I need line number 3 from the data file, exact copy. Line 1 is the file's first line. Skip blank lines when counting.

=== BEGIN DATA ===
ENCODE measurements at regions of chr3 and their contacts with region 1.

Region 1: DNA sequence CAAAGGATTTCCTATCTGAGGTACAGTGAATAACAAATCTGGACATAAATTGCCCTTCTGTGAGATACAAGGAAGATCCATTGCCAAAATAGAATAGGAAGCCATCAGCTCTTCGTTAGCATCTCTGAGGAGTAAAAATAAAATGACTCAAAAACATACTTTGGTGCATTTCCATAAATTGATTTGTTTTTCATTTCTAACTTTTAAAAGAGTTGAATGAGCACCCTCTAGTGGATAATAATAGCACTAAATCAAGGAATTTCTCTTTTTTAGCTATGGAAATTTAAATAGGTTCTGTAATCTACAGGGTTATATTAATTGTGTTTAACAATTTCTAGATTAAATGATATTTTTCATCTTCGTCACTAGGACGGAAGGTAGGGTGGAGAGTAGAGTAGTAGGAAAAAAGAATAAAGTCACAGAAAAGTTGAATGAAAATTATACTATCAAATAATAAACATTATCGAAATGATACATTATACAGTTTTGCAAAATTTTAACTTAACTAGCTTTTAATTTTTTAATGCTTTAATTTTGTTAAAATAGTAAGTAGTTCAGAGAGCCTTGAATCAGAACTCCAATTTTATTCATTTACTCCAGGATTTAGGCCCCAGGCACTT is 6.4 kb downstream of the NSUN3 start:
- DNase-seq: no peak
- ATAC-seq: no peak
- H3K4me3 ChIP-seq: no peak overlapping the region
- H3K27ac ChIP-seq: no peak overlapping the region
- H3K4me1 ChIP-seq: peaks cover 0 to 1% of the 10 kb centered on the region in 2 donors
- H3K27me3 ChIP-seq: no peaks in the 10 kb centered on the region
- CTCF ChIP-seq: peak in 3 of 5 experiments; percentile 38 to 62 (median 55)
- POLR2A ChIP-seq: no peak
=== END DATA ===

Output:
- DNase-seq: no peak